Hi Lifehacker, I'm heading overseas for 12-18 months and I'd like to keep my mobile phone number active as it's the failsafe/reset for several online services I use (Gmail, LastPass and so on). I won't be using it for outbound calls, just to be able to receive the occasional SMS or incoming call for verification.
I'd like to pay as little as possible to keep the phone number active while I'm overseas and also make sure the bill stays topped up either by auto-payments or similar. What carrier/plan would you recommend?
Thanks Roaming Free
Travel picture from Shutterstock
We're asked this question quite regularly — holding onto your number is a common desire for travelling Australians. The last time it came up, we singled out two current plans as offering a cheap rate and a relatively long expiry period. Both are still available at this writing and allow you to easily recharge online:
- Vodafone's $20 365-day recharge, which lasts a full year before needing to be topped up.
- Amaysim's As You Go plan, which lasts for 90 days and has a minimum recharge of $5. That's almost as cheap as Vodafone over a year.
Both are good general options, but in your case there's one important caveat: you'll want the service to work overseas so you can receive confirmation texts. (Google asks for these quite often if you log in from unfamiliar locations.) That in turn means you'll need roaming enabled, which usually isn't the case by default on cheap prepaid plans — so make sure you organise that before departing.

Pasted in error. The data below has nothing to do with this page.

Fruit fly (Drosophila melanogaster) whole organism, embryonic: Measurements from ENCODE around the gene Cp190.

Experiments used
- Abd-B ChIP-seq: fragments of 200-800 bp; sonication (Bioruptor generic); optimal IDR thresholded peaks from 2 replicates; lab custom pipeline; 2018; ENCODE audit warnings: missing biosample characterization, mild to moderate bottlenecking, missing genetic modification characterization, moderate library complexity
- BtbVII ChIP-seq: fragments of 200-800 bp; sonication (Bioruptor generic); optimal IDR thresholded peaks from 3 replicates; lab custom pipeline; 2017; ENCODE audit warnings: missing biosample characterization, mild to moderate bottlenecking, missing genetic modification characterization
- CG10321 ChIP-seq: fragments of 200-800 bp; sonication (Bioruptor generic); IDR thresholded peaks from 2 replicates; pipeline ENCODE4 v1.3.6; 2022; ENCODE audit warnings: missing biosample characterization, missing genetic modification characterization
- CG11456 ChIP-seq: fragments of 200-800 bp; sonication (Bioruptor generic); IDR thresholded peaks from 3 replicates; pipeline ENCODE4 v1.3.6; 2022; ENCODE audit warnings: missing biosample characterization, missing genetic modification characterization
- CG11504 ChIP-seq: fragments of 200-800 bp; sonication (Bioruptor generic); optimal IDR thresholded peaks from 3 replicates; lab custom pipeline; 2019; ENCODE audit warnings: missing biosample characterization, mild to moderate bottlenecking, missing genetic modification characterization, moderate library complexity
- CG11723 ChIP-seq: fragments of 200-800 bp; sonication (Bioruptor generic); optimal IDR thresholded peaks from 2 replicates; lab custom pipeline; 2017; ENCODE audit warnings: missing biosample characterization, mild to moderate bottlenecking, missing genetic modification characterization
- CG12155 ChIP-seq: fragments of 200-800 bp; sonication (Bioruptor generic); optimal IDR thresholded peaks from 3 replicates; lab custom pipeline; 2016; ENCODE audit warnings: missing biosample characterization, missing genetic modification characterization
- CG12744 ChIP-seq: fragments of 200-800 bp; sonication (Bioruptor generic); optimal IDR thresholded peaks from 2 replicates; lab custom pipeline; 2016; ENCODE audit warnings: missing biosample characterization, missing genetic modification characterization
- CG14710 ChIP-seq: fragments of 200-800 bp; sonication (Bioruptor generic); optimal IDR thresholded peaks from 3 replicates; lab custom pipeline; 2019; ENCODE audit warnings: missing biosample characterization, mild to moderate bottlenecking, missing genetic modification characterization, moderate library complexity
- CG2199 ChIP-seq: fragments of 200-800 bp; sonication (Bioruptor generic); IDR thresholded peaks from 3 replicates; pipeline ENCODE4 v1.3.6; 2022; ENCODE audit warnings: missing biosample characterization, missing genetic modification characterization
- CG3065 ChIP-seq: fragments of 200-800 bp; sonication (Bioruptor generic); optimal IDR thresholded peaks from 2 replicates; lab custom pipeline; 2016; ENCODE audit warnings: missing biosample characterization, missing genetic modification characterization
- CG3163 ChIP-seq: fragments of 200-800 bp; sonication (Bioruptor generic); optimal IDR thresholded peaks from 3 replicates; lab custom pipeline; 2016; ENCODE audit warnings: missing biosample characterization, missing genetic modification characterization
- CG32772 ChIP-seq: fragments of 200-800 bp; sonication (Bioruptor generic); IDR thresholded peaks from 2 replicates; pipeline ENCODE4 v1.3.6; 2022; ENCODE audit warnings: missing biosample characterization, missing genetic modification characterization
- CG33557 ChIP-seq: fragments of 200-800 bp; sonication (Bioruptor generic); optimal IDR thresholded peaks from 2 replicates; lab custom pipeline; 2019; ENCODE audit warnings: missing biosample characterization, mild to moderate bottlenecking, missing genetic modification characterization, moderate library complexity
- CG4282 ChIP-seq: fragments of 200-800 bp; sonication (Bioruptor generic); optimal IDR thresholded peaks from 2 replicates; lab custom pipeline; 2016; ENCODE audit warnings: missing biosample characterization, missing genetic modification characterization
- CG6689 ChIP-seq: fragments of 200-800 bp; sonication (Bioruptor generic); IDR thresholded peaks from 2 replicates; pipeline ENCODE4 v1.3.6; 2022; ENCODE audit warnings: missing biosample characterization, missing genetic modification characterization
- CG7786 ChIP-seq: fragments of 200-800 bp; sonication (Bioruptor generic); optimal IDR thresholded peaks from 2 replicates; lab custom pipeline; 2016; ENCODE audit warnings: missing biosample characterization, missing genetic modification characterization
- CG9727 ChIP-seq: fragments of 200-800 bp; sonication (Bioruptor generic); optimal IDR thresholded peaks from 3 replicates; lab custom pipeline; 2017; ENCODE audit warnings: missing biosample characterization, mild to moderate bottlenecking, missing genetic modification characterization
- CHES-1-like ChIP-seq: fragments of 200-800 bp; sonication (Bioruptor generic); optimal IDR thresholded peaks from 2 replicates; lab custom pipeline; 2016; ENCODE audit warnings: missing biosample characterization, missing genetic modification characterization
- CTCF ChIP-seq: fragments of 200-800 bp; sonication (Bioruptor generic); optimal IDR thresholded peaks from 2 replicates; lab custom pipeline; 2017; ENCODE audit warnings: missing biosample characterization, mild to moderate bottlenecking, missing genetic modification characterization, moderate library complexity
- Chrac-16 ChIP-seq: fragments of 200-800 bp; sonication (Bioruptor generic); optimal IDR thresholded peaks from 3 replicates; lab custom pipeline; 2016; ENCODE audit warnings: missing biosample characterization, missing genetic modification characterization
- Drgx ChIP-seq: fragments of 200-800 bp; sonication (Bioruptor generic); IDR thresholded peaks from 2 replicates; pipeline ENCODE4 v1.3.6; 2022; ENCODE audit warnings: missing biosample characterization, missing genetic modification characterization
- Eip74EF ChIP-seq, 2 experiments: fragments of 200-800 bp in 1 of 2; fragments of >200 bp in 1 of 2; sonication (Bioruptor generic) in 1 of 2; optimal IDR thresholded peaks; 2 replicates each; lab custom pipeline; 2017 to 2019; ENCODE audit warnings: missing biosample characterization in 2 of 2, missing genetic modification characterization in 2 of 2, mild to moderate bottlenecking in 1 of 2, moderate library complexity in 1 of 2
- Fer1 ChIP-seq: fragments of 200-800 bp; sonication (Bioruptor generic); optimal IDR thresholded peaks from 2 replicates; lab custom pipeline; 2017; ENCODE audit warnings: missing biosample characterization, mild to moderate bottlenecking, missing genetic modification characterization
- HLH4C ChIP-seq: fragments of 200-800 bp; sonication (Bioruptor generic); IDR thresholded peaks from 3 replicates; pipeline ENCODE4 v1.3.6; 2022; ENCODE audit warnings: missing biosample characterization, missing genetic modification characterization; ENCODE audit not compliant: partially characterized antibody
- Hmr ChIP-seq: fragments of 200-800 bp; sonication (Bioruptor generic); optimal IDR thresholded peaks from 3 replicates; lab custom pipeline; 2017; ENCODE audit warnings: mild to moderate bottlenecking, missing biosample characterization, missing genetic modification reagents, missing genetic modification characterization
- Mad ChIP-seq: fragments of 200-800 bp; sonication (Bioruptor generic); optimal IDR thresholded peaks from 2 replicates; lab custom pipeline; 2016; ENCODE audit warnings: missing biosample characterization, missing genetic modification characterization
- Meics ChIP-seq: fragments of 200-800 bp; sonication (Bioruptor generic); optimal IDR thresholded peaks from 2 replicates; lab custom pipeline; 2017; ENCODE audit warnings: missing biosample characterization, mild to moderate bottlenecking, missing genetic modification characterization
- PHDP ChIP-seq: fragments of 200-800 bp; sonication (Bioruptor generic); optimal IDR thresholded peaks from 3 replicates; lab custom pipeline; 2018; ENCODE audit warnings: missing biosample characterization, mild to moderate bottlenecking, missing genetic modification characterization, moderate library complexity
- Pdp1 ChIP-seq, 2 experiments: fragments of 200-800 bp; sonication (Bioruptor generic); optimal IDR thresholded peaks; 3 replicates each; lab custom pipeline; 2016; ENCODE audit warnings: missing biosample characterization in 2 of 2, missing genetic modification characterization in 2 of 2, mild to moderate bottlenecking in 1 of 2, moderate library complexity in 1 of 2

Another problem when roaming is enabled is that if anyone who has your current number rings you from Australia, you'll quickly deplete your credit (since you pay for receiving calls as well as making them). One possible solution? Set up a new number on a SIM and switch your verification to that before you leave. Since you won't have supplied that number to anyone else, the problem is reduced. The other option is to only put your SIM in your phone when you've specifically requested a confirmation text. (In practical terms, you could do this as well as changing your number.)
Last time we discussed this topic, reader Barb noted that most carriers have a grace period, so even after your credit expires, your number may not be immediately reclaimed. While that could help if you're returning just a few days after a 365-day plan expires, personally I wouldn't want to risk it, especially if the number controls access to email and bank accounts.
If readers have other plans to recommend, let's hear it in the comments.
Got your own question you want to put to Lifehacker? Send it using our contact form.